Crashed by Timothy Hallinan


Timothy Hallinan

Soho Crime, 2012, 356 Pages

ISBN No. 978-1616952747

Reviewed by Patricia E. ReidTimothy_Hallinan_1

Junior Bender is a burglar but he has some rather unique ways of approaching his jobs.  Some of his methods will have you rolling on the floor laughing but they seem to work for him – at least most of the time.  There are a few moments when the reader wonders if Junior will survive to steal another day.

An LA crime boss is producing a porn movie starring Thistle Downing. Thistle is a former child star who was loved by her fans but time has taken a toll on Thistle and she is currently living in a drug-induced stupor, destitute and uninsurable.  The movie would bring income to Thistle but would only send her further down her current path of destruction.

Junior is blackmailed into accepting the free-lance job of finding out who is sabotaging this movie.  His job is to keep the movie on track. The problem Junior is running into is that he likes Thistle and knows the movie is not the best thing for her even though she needs the money.  Junior sets out to fulfill his obligation but at the same time do right by Thistle and this isn’t an easy thing to do.  Junior has some very interesting friends who lend a helping hand  along the way.

I want to read more and more about Junior.  He is a character that is full of charm and certainly has some interesting escapades.   Crashed is written in a totally different style from the Bangkok series.  This novel proves that Timothy Hallinan can entertain us with more than one type of novel and I for one want to read everything he writes.

Midnight Alley by Miles Corwin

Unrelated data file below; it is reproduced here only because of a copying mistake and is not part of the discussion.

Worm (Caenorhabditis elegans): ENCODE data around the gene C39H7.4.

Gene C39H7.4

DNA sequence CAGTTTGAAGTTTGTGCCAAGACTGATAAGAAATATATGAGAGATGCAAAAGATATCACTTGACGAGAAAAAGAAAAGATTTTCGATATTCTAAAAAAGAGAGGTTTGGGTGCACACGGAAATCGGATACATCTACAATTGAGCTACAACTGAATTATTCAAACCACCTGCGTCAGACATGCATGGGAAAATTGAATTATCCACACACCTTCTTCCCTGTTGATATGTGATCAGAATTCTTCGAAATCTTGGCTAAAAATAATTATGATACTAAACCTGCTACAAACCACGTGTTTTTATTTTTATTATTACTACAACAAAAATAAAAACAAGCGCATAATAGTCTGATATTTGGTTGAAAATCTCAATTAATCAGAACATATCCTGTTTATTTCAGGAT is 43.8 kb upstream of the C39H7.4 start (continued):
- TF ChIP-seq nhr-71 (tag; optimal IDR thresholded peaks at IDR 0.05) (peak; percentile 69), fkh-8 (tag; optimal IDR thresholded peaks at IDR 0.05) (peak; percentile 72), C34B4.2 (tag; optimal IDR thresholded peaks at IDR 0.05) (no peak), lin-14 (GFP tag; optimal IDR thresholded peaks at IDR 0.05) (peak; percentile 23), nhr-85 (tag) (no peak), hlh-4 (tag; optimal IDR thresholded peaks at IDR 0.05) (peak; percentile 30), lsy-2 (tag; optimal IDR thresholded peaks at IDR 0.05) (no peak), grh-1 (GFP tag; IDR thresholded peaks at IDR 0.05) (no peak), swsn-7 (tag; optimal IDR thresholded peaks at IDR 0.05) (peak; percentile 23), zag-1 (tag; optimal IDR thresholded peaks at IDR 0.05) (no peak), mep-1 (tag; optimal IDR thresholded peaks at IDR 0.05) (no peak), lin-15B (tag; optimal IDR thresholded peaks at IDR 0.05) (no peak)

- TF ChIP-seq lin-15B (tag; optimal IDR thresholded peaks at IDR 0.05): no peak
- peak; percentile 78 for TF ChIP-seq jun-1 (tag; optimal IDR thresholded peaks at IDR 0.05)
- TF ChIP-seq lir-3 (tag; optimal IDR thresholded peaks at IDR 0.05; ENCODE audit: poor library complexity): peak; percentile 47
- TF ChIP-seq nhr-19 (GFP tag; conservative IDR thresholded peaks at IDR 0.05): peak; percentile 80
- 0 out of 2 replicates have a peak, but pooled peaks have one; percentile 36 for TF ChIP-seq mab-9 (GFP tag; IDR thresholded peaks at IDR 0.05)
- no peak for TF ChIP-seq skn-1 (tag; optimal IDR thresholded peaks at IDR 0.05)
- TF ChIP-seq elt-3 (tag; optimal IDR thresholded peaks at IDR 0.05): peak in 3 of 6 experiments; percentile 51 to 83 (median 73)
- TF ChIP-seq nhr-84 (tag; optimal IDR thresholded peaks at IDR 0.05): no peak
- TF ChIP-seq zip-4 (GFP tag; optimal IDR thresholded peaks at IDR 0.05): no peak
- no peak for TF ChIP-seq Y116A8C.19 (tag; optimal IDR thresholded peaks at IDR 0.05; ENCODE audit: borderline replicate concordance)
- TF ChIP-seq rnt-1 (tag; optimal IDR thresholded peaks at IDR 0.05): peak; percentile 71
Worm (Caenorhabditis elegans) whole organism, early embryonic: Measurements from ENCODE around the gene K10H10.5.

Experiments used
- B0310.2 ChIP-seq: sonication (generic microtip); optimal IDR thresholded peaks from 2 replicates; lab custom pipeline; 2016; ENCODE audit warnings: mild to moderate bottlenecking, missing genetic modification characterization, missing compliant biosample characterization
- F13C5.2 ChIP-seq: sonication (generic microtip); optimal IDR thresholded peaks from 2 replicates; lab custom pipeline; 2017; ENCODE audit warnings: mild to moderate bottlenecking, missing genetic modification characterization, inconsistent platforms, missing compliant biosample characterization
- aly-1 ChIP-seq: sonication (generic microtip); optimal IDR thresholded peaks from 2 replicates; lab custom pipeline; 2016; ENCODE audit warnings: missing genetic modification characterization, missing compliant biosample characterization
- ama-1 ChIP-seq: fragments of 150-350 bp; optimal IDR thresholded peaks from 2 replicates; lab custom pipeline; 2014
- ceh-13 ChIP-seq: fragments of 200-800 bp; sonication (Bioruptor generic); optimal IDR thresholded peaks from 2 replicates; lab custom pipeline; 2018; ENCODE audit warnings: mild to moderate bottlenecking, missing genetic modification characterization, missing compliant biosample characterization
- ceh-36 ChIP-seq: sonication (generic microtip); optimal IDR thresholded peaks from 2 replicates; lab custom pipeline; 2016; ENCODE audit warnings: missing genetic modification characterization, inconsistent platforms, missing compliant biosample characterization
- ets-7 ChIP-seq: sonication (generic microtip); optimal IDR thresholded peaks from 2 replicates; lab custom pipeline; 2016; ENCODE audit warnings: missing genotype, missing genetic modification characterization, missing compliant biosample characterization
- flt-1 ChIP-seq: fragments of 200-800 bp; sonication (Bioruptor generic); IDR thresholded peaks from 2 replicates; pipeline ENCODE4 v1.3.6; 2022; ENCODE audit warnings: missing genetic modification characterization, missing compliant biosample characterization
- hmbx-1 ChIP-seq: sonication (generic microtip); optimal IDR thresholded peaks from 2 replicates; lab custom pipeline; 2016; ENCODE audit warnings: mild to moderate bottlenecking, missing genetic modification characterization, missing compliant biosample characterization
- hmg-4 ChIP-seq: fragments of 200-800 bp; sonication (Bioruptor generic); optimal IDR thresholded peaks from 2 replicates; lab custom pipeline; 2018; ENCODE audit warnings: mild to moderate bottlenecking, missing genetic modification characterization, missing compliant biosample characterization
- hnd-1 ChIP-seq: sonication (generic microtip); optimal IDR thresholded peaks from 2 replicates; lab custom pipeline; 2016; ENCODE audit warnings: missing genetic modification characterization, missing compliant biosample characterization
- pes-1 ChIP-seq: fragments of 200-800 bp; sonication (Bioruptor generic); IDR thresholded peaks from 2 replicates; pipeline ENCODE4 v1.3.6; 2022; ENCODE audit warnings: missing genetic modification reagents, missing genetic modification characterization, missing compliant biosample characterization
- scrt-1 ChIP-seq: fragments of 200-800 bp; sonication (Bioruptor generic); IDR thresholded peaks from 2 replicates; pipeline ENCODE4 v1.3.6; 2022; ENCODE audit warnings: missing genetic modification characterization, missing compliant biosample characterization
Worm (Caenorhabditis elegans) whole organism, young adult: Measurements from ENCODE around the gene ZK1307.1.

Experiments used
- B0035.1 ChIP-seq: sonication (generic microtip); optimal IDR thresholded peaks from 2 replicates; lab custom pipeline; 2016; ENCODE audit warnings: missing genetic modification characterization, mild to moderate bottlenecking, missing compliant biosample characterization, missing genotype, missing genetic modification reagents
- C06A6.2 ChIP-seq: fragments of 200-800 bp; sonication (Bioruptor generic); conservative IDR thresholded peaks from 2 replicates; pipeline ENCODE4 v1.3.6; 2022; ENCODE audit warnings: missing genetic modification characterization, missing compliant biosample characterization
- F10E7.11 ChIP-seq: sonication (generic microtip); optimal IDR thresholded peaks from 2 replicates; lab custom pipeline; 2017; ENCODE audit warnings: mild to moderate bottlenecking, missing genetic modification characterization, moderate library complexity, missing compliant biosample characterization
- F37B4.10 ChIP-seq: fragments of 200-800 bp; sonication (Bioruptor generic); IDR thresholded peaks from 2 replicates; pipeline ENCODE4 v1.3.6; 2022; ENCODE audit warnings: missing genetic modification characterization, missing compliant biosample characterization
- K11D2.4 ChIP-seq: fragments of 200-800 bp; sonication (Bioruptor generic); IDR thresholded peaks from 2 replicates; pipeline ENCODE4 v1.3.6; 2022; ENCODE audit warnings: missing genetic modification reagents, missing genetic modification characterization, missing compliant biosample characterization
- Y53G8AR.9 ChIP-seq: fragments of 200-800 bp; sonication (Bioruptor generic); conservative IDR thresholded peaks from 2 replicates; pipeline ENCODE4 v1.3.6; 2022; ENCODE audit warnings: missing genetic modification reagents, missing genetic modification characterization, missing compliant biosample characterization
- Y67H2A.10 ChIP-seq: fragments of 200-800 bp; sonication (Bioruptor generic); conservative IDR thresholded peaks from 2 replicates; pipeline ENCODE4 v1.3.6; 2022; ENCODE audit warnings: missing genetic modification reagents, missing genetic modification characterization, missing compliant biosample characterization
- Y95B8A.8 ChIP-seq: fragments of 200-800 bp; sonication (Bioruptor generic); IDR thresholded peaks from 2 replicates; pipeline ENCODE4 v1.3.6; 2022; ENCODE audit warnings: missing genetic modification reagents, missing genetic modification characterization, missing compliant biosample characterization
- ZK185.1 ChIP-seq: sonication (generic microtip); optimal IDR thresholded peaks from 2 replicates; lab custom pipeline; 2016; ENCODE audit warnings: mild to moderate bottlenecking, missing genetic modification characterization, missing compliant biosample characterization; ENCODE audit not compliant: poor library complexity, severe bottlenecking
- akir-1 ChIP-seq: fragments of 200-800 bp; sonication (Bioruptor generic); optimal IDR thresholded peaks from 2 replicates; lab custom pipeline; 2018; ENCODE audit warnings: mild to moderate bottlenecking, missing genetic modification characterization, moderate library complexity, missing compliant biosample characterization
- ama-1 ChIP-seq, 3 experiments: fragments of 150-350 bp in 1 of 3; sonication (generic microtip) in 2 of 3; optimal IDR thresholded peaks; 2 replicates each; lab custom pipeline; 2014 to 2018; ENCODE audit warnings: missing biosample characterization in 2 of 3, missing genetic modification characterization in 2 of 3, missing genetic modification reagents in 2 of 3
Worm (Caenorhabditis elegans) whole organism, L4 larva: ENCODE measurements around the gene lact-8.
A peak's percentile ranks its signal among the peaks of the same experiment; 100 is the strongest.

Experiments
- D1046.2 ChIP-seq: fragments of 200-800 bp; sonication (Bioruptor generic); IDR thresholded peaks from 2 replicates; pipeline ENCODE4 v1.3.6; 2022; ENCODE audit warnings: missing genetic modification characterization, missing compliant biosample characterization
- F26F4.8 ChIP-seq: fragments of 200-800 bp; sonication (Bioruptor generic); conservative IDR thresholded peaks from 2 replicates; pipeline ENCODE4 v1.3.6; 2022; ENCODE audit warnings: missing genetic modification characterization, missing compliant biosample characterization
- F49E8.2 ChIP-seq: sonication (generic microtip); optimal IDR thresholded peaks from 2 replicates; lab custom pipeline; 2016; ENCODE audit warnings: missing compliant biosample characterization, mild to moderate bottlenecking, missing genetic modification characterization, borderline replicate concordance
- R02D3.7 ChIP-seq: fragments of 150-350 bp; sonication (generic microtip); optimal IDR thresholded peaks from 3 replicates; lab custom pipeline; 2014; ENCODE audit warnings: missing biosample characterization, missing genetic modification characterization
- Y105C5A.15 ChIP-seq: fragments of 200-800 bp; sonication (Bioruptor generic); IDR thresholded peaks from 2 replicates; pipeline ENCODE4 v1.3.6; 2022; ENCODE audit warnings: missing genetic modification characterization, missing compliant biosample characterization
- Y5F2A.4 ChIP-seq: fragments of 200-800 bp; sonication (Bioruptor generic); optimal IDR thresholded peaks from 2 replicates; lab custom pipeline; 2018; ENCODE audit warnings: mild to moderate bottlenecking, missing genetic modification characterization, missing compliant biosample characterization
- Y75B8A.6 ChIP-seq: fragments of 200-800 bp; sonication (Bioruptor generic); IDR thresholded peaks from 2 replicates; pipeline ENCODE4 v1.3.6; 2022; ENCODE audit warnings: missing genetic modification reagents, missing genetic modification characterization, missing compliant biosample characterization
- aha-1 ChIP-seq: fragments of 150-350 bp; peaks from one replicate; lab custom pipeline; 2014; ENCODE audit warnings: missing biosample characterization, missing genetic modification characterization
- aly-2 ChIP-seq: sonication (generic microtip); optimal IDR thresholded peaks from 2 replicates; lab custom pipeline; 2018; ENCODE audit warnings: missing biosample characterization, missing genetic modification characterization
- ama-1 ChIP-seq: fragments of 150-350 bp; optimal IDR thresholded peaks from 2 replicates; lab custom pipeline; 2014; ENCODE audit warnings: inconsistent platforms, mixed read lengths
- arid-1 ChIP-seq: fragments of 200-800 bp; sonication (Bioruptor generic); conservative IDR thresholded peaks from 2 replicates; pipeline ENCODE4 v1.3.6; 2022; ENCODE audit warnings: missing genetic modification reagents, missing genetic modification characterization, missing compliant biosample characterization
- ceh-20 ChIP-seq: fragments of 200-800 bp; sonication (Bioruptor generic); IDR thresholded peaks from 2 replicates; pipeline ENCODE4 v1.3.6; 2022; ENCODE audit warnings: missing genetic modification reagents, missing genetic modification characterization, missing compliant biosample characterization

Midnight Alley

Miles Corwin

Oceanview Publishing, 2012, 304 Pages

ISBN No. 978-1-6080-038-9

Reviewed by Patricia E. Reid

When I reviewed “Kind of Blue” I commented that Miles Corwin had written a book full of danger, excitement and secrets and “Midnight Alley” is more of the same.  The reader learns more about Ash Levine, top detective in the LAPD’s Felony Special squad.  Ash is not an ordinary detective.  He served as a paratrooper in the Israel Defense Forces and this experience gives him a little different outlook.

This second in the Ash Levine series puts Ash in charge of solving the murder of two young black men found shot to death in a Venice Alley. The timing could not be worse.  Ash has just left for a weekend with his ex-wife Robin.  When he received the call ordering him back to work, Robin understood, but Ash was very disappointed.

Raymond Pinkney, one of the victims, was the son of City Councilman Isaac Pinkney.  Isaac has been a frequent critic of the LAPD.  Ash is under heavy pressure to find the killer but the case is puzzling.  Teshay Winfield, the other victim, had just returned from serving in the armed forces.  The two victims had known each other when they were younger but had gone separate ways.  What brought them together to be found dead in an alley?  And what was the strange marking on Pinkney’s bicep?  And what does it mean?  These are just a few of the many questions that leave Ash searching for answers.

Ash discovers that Teshay had returned to the States with a mask he discovered while serving overseas.  Teshay had high hopes that the mask would bring him a lot of money.  The more answers that Ash finds the more danger he is placing himself in.

This is a complicated story that reveals itself little by little until the surprising conclusion.  It  leaves the reader waiting  for more about Ash Levine, his life, and the cases he investigates in a manner that is totally devoted to solving the puzzles presented to him.